Williams, still undecided on future, will not start season with Hurricanes

Carolina captain says “current indecision” led to his decision to step away from the game

Captain Justin Williams has proven to be the leader the Hurricanes needed this season, but the 37-year-old winger also had his best statistical campaign in years, scoring 23 goals and ranking third on the team with 53 points. (Jason Franson / The Canadian Press via AP)

Justin Williams, the Hurricanes forward who returned to Raleigh two years ago and captained the team to the Eastern Conference Final last season, announced Monday he is undecided on his future and will not start the NHL season in a training camp.

Williams, 37, is a free agent and has been weighing whether or not he would retire or return to the ice for a 19th season, a decision process that included playing a round of golf last Wednesday with recently retired former Hurricanes teammate Cam Ward and Carolina coach Rod Brind’Amour.


“This is the first time in my life that I’ve felt unsure of my aspirations with regards to hockey,” Williams said in a press release from the team. “For as long as I can remember, my whole off-season until this point has been hockey and doing what was necessary to prepare for the upcoming season. Because of my current indecision, and without the type of mental and physical commitment that I’m accustomed to having, I’ve decided to step away from the game.”

Williams was the catalyst for Carolina’s return to the playoffs after a nine-year absence, not only producing on the ice (23 goals and 30 assists while playing all 82 regular season games) but also providing leadership to a young roster that included many players that had never reached the postseason.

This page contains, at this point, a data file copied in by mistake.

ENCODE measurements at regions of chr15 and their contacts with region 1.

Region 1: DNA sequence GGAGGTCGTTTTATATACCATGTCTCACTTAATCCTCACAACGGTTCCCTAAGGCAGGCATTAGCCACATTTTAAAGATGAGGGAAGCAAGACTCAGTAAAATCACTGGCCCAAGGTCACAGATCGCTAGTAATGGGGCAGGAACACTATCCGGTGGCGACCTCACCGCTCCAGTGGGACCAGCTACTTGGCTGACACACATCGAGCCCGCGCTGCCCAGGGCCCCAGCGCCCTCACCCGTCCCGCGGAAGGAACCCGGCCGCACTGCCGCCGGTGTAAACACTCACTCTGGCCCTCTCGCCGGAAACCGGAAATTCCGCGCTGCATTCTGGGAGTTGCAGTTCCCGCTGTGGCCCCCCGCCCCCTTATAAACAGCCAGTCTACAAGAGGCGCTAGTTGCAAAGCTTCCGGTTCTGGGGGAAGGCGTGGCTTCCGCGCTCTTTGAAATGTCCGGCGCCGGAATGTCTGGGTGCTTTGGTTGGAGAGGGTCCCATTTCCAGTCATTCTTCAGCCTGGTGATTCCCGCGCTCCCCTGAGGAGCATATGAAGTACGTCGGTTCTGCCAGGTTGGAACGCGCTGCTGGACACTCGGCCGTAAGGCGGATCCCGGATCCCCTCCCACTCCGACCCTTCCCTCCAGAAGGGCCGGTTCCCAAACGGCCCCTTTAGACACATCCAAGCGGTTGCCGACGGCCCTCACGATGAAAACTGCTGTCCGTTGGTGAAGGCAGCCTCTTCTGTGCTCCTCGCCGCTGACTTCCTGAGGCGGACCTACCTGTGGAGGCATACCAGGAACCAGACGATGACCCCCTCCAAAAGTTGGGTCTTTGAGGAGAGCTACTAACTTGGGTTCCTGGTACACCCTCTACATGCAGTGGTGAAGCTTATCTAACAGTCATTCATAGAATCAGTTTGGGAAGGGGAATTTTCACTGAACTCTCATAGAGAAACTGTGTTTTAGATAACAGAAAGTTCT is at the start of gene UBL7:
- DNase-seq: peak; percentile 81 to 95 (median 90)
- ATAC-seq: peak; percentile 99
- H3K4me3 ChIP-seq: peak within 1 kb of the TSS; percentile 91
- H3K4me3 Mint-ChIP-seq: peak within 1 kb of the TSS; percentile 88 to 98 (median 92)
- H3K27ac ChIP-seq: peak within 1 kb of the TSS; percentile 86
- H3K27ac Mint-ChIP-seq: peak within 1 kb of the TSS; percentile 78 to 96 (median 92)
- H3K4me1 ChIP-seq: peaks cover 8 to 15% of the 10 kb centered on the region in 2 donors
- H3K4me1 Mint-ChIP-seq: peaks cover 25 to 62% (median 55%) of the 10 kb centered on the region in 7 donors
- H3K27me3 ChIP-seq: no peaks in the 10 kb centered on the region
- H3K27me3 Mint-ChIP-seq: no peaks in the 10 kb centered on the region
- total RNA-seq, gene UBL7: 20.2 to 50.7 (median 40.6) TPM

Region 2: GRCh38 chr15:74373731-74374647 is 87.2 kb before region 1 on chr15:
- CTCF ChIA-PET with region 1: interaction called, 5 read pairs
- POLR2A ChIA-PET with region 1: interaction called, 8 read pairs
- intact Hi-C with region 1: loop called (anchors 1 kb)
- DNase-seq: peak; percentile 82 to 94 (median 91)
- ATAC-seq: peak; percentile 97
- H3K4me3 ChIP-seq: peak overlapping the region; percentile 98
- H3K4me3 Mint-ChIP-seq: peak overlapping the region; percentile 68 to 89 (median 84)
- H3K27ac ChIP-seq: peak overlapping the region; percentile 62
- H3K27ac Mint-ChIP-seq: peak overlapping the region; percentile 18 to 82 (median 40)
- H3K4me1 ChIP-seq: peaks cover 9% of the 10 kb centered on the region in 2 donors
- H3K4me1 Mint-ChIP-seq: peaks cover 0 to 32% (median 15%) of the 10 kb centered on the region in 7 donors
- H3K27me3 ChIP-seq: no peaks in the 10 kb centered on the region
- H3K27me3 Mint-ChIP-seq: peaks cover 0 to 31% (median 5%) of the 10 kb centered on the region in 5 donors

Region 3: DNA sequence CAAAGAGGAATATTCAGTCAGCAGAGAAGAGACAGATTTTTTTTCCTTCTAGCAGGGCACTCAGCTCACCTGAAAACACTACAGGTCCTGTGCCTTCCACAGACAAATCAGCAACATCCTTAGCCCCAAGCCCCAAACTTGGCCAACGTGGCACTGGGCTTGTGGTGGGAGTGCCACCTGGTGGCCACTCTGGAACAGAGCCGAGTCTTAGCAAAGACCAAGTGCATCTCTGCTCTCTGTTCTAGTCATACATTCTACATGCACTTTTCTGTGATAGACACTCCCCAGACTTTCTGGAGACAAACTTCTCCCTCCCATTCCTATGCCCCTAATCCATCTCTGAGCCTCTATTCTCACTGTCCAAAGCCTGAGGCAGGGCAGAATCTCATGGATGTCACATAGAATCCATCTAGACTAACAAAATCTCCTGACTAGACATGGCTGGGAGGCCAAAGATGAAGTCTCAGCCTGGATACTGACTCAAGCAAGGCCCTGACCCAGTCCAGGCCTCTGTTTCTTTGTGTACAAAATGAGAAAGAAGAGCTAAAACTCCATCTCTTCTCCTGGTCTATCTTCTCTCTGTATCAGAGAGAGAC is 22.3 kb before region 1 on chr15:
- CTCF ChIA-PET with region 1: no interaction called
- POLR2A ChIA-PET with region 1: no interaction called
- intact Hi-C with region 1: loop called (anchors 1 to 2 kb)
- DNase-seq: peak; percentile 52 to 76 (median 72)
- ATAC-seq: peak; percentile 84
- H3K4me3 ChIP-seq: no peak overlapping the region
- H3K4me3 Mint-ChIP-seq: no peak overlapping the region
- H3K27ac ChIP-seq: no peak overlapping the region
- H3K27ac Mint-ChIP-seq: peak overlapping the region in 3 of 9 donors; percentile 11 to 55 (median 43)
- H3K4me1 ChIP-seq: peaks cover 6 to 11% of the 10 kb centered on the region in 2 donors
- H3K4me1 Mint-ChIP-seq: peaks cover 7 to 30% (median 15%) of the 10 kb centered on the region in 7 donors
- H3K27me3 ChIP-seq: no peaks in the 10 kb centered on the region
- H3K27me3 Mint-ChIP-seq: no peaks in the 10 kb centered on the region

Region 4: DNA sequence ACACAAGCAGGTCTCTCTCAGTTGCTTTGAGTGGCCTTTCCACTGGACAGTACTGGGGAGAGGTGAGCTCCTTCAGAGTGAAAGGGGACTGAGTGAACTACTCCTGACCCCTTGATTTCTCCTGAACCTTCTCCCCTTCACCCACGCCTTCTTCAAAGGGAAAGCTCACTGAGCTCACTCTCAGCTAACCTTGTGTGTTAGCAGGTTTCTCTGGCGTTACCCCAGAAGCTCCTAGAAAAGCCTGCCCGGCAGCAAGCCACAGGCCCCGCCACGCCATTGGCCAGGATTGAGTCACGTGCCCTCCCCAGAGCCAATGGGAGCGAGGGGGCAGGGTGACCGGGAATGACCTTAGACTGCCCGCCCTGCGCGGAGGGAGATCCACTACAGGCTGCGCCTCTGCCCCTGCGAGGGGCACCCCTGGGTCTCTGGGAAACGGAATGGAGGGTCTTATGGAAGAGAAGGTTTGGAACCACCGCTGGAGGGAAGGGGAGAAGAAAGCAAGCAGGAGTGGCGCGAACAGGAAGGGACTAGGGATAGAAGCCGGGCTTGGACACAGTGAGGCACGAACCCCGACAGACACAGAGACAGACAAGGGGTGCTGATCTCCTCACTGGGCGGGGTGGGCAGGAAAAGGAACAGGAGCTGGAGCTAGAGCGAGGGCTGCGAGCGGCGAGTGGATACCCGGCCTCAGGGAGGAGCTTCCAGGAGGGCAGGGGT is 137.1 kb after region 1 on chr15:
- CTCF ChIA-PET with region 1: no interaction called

The three-time Stanley Cup winner won his first title in 2006 with the Hurricanes, often playing on a line with first-year captain Brind’Amour and scored a career-high 76 points. Williams was traded to Los Angeles in 2009 and won two more Cups with the Kings, winning the Conn Smythe Trophy as playoff MVP in 2013.

His clutch play earned him the nickname “Mr. Game 7,” a reputation that started during his time in Carolina and carried throughout his career. He assisted on Brock McGinn’s double-overtime goal in Game 7 of the Hurricanes’ first-round series with the Washington Capitals last season that knocked out the defending Stanley Cup champions, one of four teams Williams has played for during his career.

“We appreciate Justin’s honesty and openness throughout this process, and respect his decision,” Hurricanes President and General Manager Don Waddell said in the release. “He’s been an important part of our team, but we did prepare our roster with the understanding that he might step away. We are confident in the group we’ve assembled.”

Carolina bolstered its forward corps this offseason with the addition of Erik Haula and Ryan Dzingel, and the team also expects 2017 first round pick Martin Necas to be a significant contributor in 2019-20.

“It’s important to me that the focus of attention is on the current, very talented group the Carolina Hurricanes have assembled, as they prepare to build on the momentum and growth we established last season,” Williams said.

Williams’ desire not to be a distraction is true to his leadership style as captain. While the veteran was always in his stall to answer difficult questions or after a tough loss, he would usually shun the spotlight when a teammate was deserving of recognition.

With the Hurricanes set to have their annual media day on Wednesday, Williams’ decision will certainly be a focal point of players, staff and media. His indecision is likely to leave the team’s captaincy vacant for the time being, as it was following Eric Staal’s departure in February 2016. Jordan Staal, Eric’s brother, and Justin Faulk — both still with the Hurricanes and alternate captains last season — were named co-captains in 2017 under Bill Peters, but Brind’Amour gave Williams the captaincy before last season.

Williams, a native of Couberg, Ontario, who was a first round pick of the Flyers in 2000, has 312 goals and 474 assists for 786 points in 1,244 career games, but he’s best known for his playoff heroics. In 11 postseasons, Williams had 54 points (22 goals and 32 assists) in 73 career games, including four game-winning goals.

But where he really stood out was in winner-take-all games. In nine career Game 7s, Williams’ teams were 8-1 and the winger is tied with Glenn Anderson for the most goals in those games with seven. He also holds the mark for the most points in Game 7 matchups with 15. He scored the empty-net goal in Game 7 of the 2006 Stanley Cup Final to secure Carolina’s only Stanley Cup.